Taking the simple-minded relativist stance, Sinister Ceremonies comes out with a full checklist as it is both balanced, intelligible, catchy, easy to listen to, and to some, perhaps even “brutal” and “dark”. Objectively, to be fair, the songwriting here is actually sober and very self-conscious. The constructions and composition methodology is clear textbook — but perhaps too clear. Its unimaginative and extremely conservative adherence to proven techniques at all levels from riff execution to build-ups and long-range developments are a sure score with conservative underground listeners with a mid-range attention span but fall short of a complete work. What this means is that while the album covers the basics of metal songwriting exemplarily, the full art of composition — its power to attribute meaning and direction to passages weaving into a story — is something that may be entirely foreign to the band.
Finally, the minor achievement that constitutes Domains’ “solid” composition is only a highlight because of the depressive state of affairs of the modern metal landscape, when mediocrity and capricious nonsense made by non-musicians (“professional” or not) reign supreme. In and of itself, Domains Sinister Ceremonies will garner passing and only temporary attention by some conservative types, but its shallow waters will prove an uneventful disappointment for the more serious listener in search of a dungeon to brave.4 Comments
English death metal band Malediction, previously only released on small run vinyl and one live CD on Wild Rags Records, has engineered the issue of a 16-track, 72-minute compilation of material entitled Chronology of Distortion slated for release on Dark Blasphemies records in December 2015.
Covering the period 1990-1994, the material shows this innovative band at the height of its personality. Artwork by Sean Fitzgerald and remastering by Matt Richardson at Full Stack Studios, Lancashire, England promises to deliver these recordings in a better format than their original issue.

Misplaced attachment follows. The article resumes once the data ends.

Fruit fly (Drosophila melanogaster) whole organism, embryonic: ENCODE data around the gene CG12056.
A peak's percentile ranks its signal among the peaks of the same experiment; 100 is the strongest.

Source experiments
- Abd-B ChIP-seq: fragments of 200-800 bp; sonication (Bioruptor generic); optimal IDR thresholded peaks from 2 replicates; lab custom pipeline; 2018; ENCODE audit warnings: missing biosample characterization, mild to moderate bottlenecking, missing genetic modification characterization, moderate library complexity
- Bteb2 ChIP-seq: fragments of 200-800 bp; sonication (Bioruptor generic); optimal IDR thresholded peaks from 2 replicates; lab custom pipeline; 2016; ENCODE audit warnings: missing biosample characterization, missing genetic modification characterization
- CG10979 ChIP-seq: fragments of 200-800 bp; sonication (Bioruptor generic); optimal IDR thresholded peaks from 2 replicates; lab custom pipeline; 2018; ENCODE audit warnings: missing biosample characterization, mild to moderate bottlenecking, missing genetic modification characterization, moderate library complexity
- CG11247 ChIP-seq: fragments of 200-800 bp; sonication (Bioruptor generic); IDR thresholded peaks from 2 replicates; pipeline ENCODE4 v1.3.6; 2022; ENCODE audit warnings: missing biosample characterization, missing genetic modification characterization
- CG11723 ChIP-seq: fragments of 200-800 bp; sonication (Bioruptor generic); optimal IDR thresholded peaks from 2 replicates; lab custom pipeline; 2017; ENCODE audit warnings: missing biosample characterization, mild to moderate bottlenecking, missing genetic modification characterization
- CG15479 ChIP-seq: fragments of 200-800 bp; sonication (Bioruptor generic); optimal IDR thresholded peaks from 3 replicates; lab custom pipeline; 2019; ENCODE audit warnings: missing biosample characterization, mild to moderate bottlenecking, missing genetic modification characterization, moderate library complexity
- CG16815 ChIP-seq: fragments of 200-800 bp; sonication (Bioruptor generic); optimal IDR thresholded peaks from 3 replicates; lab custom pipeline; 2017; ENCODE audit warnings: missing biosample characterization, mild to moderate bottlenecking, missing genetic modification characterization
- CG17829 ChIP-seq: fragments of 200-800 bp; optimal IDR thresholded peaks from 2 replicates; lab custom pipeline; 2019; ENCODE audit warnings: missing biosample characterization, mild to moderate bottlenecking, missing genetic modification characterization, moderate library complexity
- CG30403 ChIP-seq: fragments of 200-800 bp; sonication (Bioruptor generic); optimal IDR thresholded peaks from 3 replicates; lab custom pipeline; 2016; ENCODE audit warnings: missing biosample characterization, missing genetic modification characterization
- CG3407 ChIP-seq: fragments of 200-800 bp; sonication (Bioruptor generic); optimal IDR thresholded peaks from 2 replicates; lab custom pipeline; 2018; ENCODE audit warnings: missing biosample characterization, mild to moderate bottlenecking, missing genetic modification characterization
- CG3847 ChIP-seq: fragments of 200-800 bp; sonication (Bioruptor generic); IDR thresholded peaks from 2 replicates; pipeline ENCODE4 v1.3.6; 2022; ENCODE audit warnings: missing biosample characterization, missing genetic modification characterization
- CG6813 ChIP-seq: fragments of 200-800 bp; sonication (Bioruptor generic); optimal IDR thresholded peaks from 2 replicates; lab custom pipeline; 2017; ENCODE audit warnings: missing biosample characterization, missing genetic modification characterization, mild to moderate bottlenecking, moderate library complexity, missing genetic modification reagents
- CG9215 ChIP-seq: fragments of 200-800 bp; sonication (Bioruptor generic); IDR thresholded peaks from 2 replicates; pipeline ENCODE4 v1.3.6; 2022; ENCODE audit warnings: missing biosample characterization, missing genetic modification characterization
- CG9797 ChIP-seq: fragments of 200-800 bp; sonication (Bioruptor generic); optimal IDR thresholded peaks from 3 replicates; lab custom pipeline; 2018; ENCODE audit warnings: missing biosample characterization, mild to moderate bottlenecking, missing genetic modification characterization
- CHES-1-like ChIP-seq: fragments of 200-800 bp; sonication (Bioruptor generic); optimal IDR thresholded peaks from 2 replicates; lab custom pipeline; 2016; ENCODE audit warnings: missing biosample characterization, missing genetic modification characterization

Tracklisting for the CD is:
1. Infestation (1990 demo version),
2. Murdered From Within (EP Version),
3. Waste (Remix) [Previously unreleased],
4. The Abyss Gazes Also [Previously Unreleased],
5. Longterm Result (1990) [Previously Unreleased],
6. System Fear (EP Version),
7. Insect in the Infrastructure (EP Version),
8. Dark Effluvium/Weeping Tears of Covetousness,
9. Doctrines Eternal Circles,
10. Framework of Contortion,
11. Longterm Result (“Pantalgia” compilation),
12. System Fear (1993 session) [Previously Unreleased},
13. Mould of an Industrial Horizon (1993 session) [Previously Unreleased],
14. Insect in the Infrastructure (1993 session) [Previously Unreleased],
15. Ruinous Opiate,
16. Waste (Live audience recording) [Bonus Track].
A small death metal label zoomed into focus this year when it signed a classic death metal act for a split album. That label, Brutal Art Records is run by a reclusive person who literally lives in a van down by the river, if you do not neglect to mention that the van is armored and its radar and cameras constantly scan the surrounding area. This person was kind enough to put down the H&K MP5 for a moment and answer a few questions about Brutal Art Records…
When did you start Brutal Art Records, and why did you decide to start a label? Had you previously run a distro?
I started this little underground label in the middle of 2013 because I’m a huge vinyl collector and I don’t like the stupid black releases. We all know them: you can buy the black edition of an release everytime everywhere. The industry destroys the dream of every collector, which is to have a limited record in different versions and there will be no repress. That’s why I started this label, only limited stuff and there will be no repress in future. Sold out is sold out ;)